(Reuters) – Myanmar’s junta chief Min Aung Hlaing met with a special envoy from the Association of Southeast Asian Nations (ASEAN), state media reported on Thursday as Laos takes over chairing the bloc, which has encouraged peace efforts in the country.
The military ruler met Alounkeo Kittikhoun, special envoy of the ASEAN chair on Myanmar, in the country’s capital Naypyitaw amid frustration with the lack of progress by Myanmar’s generals in achieving peace under a plan agreed among ASEAN member states including Myanmar in late 2021.
Myanmar has seen a ceaseless cycle of violence since the military seized power from an elected government in a 2021 coup. ASEAN has repeatedly urged the junta to halt hostilities and implement its “five-point consensus”, but with little impact.
In recent months, violence has intensified as armed ethnic groups fighting for democracy and autonomy step up their efforts against the military, capturing outposts and even a major commercial town on the border with China.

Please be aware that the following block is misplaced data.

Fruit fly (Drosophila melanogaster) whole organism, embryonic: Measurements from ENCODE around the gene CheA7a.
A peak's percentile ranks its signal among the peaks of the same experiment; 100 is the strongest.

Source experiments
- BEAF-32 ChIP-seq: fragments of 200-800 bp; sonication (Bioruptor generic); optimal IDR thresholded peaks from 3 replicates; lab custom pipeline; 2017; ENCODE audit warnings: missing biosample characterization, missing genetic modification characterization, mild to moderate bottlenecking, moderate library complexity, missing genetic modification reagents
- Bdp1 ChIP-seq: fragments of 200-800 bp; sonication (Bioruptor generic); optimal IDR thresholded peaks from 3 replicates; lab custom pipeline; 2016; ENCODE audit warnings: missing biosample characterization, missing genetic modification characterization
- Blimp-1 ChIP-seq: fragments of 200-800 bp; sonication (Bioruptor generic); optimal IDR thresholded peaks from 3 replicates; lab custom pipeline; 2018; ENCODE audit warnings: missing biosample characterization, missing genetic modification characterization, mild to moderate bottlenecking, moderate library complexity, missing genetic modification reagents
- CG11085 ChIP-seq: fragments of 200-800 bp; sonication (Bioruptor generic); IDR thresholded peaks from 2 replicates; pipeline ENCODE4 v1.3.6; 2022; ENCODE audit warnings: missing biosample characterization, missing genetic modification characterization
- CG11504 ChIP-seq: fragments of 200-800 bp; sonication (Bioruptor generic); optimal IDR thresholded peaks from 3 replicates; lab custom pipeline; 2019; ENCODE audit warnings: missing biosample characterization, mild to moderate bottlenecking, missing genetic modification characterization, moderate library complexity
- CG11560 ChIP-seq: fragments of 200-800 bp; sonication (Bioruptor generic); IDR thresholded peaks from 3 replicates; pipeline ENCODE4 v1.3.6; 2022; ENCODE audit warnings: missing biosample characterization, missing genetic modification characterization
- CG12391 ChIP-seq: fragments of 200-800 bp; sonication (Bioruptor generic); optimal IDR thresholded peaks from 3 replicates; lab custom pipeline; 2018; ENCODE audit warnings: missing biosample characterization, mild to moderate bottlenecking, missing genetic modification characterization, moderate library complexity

While Myanmar’s generals have been barred from high-level ASEAN meetings, the bloc has maintained relations with the junta, especially through the office of the special envoy, leadership of which rotates among the member states every year.
State-owned newspaper Global New Light of Myanmar reported the two leaders discussed “efforts of the government to ensure peace and stability of the State and national reconciliation”.
Min Aung Hlaing said his administration is “implementing the ASEAN five-point consensus adjusted with the roadmap of the State Administration Council”, according to the newspaper.
(Reporting by Reuters staff; Editing by Kanupriya Kapoor and Cynthia Osterman)